I don’t know if I can rightly call myself a fan of Bernardo Bertolucci. I’ve seen exactly two of his films, but the first, The Last Emperor (which I am frankly shocked did not make the list, for multiple reasons), absolutely blew me away, so now that the opportunity to see some more of his work has arisen, I don’t count myself too hesitant or apathetic towards it. Novecento was good, if a little overly long, but aside from that epic, The Spider’s Stratagem is my first real experience with a regular Bertolucci film. Now that it’s over, however, I’m not quite sure I was meant to get this one. Or… maybe I did. Or maybe I didn’t. I really have no definite answer here.
The story concerns a young man who returns to his hometown on request of his late father’s mistress, under the pretenses of uncovering the real story behind his father’s death, which took place before he was born. What makes the film particularly difficult is the narrative the film employs; for instance, the same actor is playing both the father and the son in the same film, in the same scenes, and often in the same shots, which seems an impossible feat, but it’s how Bertolucci pulls this off that belies his impressiveness. The narrative frequently jumps back and forth in time, without warning, and the more the film goes on the more this window between the two timelines grows more and more transparent, so that by the end of the film we can barely place half of what we’ve seen on the correct chronology. It’s a storytelling device that can extremely easily be placed in the wrong hands, but Bertolucci makes fine work of it, despite the misgivings I initially had that this would be just another muddled mess of a plot. There’s a particular epithet used in one of the Book’s paragraphs on one of Bertolucci’s films, that describes the director’s style as “hyper-baroque”. Within a few minutes of The Spider’s Stratagem, I found this descriptive highly worthwhile. Even through the rough quality of the video I saw, I could tell the film was very detailed, very spacious, and the camera constantly moving to exaggerate what motion there is within the frame. It was quite an eyeful; again, even with the poor quality of the print I viewed.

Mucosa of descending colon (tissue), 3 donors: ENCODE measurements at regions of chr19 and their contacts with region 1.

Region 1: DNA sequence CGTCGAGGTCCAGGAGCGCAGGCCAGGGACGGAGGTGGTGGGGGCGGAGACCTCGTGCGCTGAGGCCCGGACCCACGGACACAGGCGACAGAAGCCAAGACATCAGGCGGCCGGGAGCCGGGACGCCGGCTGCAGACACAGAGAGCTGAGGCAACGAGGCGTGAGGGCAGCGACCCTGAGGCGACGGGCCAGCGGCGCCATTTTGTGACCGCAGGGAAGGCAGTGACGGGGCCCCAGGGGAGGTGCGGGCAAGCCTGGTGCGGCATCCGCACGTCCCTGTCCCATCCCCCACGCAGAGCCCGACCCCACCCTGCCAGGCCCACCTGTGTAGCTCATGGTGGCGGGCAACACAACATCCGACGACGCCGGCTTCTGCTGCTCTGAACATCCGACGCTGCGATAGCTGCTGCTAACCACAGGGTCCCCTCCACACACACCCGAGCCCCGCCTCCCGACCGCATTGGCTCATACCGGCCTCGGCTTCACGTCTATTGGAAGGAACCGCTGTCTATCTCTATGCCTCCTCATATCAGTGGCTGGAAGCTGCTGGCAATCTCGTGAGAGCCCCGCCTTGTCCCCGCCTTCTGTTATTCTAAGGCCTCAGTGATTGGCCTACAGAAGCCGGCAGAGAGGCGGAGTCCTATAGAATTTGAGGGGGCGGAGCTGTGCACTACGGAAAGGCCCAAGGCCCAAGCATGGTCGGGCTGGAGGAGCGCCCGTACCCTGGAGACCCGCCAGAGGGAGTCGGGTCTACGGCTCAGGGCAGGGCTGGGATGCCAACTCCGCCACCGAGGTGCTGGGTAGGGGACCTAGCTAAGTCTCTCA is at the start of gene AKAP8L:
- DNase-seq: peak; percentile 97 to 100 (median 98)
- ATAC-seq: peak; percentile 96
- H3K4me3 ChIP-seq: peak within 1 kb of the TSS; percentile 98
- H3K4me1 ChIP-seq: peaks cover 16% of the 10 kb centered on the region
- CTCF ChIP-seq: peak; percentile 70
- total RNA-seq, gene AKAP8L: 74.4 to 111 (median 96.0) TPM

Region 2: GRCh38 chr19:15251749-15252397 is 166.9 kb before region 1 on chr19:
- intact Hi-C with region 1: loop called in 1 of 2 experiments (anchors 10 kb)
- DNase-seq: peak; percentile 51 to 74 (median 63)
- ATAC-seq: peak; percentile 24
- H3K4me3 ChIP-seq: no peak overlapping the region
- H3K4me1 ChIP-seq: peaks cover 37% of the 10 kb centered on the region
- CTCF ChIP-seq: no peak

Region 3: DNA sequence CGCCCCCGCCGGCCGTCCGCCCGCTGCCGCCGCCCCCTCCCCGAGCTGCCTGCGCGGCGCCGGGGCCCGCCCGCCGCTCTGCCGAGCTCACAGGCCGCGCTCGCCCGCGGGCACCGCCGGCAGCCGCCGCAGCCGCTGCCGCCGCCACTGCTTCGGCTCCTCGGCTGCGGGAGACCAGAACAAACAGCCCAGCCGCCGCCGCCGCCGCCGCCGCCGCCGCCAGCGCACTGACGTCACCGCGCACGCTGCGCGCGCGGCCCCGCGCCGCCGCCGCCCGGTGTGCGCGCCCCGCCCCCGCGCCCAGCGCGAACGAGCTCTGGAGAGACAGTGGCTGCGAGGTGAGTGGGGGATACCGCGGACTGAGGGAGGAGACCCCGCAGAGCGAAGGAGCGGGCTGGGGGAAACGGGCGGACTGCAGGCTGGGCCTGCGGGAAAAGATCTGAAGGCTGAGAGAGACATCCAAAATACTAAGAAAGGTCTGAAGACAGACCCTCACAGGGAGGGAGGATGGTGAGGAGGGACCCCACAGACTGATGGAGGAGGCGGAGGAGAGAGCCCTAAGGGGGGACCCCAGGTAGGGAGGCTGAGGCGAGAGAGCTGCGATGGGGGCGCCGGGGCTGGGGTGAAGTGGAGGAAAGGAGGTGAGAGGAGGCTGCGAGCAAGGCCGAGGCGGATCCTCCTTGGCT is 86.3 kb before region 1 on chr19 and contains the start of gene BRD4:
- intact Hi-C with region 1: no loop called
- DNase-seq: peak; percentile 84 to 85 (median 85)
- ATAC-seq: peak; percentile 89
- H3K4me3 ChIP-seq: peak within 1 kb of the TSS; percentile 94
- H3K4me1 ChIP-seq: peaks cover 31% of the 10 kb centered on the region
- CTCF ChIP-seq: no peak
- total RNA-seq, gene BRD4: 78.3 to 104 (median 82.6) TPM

This film demands your attention; I will admit, the first half hour or so I was only giving the film some of mine, but after the film really started to pick up, I realized I would be lost in the debris if I didn’t give it my full concentration. Few films that I’ve seen from the list so far require such levels of intensity and mental acuity on the viewer’s part as this one, but it was never pushy about keeping you in line. It was very passive; either you paid attention and put forth the effort to get your reward, or you didn’t, and the film simply drives by without a care as to who it may be leaving behind or for what. This film, by the aesthetic and the mood, is clearly the work of a master, and it is a real shame that the print I saw (a videotape, and one that had apparently been run through the ringer multiple times) was as degraded as it was; otherwise, this probably would’ve been a grand slam for me. I absolutely love films that almost require multiple viewings to take in everything the film has to offer, and films that you need to spend some time working out in your head, pondering over, are some of my personal favorites (as long as there IS something to be worked out, not like anything by Bunuel or half of David Lynch’s filmography). This is definitely one I’ll have to keep an eye out for if it’s ever playing on TCM or if a better quality print comes my way; not just to experience the film in higher quality, but to experience the film once more, and try to wrap my head around it again.
Arbitrary Rating: 7/10